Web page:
At the end of the cooking time, turn off the heat, and DON'T TOUCH THE LID OR THE POT. The rice is still cooking, and needs time to finish steaming. There will be a bit of water that needs to absorb into the rice. Set a timer for 12 minutes for electric, and 10 minutes for gas. Leave the pot alone, and walk away.

At the end of the waiting time, go ahead and remove the lid, and any tightening measures you've done. Dump it out aonto a large platter (I use my cookie sheet, because it's huge), and gently press it out into as flat a layer as possible with a silicon spatula. Let it cool for about 30 seconds, and gently toss with the silicon spatula. It will fluff up beautifully and the whole thing will smell awesome.

Or, use a rice cooker.

11 January 2017

Catching up with old friends

My friend Pete had a Monday evening off, and it was a flimsy excuse (but a good enough one for us!) to get together. He's the one who took the lovely picture of the food. Go say hi to him. He's a cool vegan guy. I suggested we get together for dinner. Mikeypod realised that he was also free on Monday night, and said he could come as well. Perfect.
cucumber and tomato salad, garlic sesame broccoli, red lentil daal on brown basmati rice, green beans curry
Photo Credit: Peter Teoh https://plus.google.com/+PeterTeoh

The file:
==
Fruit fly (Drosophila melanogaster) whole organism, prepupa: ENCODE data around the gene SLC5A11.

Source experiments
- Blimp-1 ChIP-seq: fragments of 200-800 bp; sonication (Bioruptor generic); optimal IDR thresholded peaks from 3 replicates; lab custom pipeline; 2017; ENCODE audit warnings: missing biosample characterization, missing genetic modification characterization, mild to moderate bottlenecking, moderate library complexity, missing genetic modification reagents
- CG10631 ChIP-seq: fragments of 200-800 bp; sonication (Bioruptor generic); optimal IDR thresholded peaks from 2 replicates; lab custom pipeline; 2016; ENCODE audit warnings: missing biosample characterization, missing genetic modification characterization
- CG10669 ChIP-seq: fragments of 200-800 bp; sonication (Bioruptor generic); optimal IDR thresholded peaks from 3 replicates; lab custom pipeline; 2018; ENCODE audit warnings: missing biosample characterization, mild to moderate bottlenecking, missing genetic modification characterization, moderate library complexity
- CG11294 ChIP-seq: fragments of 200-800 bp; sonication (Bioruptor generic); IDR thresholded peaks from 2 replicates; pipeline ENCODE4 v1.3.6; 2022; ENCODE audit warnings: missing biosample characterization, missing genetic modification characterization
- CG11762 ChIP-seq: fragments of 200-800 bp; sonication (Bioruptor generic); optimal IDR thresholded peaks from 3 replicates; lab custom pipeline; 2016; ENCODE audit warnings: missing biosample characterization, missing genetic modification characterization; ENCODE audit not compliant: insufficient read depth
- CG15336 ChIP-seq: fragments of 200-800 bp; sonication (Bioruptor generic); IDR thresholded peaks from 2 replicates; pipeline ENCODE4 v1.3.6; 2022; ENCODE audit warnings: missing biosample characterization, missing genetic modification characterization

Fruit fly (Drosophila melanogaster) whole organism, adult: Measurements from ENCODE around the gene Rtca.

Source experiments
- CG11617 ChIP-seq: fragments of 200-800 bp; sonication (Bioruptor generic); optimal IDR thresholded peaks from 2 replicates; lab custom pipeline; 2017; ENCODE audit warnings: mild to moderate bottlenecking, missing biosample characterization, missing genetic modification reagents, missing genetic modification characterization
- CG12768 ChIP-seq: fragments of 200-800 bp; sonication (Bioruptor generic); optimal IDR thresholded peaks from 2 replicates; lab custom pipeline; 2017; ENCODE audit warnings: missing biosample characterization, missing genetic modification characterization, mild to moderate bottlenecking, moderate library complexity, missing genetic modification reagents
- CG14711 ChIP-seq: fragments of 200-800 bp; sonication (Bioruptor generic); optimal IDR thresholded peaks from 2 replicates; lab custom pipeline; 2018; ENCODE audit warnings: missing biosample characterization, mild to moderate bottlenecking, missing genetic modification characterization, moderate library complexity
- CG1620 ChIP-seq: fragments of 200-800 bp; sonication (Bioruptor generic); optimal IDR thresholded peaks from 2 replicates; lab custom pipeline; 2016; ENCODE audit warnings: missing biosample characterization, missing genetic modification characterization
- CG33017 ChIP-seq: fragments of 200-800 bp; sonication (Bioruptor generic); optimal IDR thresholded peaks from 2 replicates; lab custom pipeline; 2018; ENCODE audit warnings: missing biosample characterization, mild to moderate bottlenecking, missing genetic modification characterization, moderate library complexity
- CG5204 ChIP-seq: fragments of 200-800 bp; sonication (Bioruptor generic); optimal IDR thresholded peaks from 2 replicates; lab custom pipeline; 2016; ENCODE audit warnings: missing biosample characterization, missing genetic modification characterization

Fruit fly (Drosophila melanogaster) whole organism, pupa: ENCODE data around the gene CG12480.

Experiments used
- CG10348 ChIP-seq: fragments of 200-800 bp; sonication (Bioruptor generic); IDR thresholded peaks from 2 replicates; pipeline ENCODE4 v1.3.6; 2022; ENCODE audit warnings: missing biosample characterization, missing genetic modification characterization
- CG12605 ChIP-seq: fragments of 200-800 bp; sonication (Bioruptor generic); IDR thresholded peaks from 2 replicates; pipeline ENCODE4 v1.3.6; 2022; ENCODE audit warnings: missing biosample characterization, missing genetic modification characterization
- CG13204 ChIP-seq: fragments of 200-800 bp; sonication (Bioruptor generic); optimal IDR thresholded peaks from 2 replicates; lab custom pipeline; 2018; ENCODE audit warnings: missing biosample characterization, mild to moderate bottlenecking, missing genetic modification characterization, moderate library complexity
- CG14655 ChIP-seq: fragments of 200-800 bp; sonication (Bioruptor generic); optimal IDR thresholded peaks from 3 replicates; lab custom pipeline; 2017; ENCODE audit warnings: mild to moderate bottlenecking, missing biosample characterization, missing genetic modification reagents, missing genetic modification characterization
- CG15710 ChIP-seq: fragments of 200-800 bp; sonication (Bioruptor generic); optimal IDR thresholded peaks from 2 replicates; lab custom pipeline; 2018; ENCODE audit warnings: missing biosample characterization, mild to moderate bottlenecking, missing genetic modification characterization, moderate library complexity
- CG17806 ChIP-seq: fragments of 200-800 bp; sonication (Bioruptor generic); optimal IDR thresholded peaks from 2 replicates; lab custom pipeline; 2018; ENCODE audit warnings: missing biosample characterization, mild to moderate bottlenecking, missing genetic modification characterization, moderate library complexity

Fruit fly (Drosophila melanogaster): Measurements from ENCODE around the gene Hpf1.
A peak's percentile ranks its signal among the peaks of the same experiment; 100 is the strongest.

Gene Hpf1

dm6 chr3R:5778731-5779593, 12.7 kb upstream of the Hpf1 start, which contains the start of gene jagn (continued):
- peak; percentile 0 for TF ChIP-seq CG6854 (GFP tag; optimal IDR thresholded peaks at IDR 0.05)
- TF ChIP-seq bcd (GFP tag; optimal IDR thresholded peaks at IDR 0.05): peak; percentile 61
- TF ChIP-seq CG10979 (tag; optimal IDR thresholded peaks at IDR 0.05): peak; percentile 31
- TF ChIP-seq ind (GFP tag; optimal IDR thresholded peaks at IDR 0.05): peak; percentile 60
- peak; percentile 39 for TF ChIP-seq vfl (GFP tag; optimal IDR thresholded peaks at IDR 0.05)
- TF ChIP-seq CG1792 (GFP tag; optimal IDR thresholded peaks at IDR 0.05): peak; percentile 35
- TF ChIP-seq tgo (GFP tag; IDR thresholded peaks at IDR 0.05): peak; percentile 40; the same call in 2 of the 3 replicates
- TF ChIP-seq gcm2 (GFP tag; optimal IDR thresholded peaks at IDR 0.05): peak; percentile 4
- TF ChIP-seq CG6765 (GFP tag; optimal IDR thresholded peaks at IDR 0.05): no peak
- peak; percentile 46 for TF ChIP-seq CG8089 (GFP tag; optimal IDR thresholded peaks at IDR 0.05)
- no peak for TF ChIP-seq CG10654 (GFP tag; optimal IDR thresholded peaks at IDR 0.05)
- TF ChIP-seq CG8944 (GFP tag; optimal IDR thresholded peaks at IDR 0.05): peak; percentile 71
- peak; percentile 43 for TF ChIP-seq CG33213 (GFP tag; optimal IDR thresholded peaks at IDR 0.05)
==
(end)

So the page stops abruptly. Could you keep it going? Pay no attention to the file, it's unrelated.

It's been a long time since we got together. Between scheduling and work, it's been almost impossible to coordinate a time when we can all hang out and eat. I knew that the meal had to be good and filling, while still tasting amazing. Pete had some green beans, broccoli, and red lentils. He also had  box of those campari tomatoes. They taste good all by themselves. 

I brought over the brown rice and the cucumbers. I generally dislike brown rice, but in the hands of people who know how to cook it properly, I quite like it. I especially like it if I have some kind of stew to pour over it. That way the texture isn't quite as much of a turn-off. 

The red lentils were a basic daal: mustard seed, cumin seed, sesame seed, turmeric, onion, garlic, and ginger. I fried some dried red chilies, but that's an optional step. You can skip it, or add it directly to the tarka, and it'll still be fine. Pete made the brown rice. He is without a doubt one of the people who is good at making brown rice. 

The broccoli was super simple. I peeled the stems and cut the florets into long pieces with the long stems attached. I blanched it in boiling water for about a minute or two. I drained off the boiling water, and rinsed it under cold running water. I then fried some garlic and sesame seeds in hot oil, and tossed the cold broccoli in that mixture with a bit of salt. I did this last step just before Mike arrived, so that it'd be hot off the stove. 

The green beans are a typical South Indian preparation. You chop them into small pieces, and stir fry them with a tarka made of mustard seeds, asafoetida, and sesame seeds. I didn't have any urad daal or curry leaves, so I skipped it. I didn't have any fresh grated coconut, so I skipped that as well. 

The salad is a basic combination of cucumber, tomato, onion, lemon juice, and cilantro. Since all three of us like cilantro, I put lots of it in. If you don't like cilantro, try basil instead. It's equally delicious. 

I think all three of us had second helpings of everything, because it all came out so well. I had help, so the whole thing took about 45 minutes to make.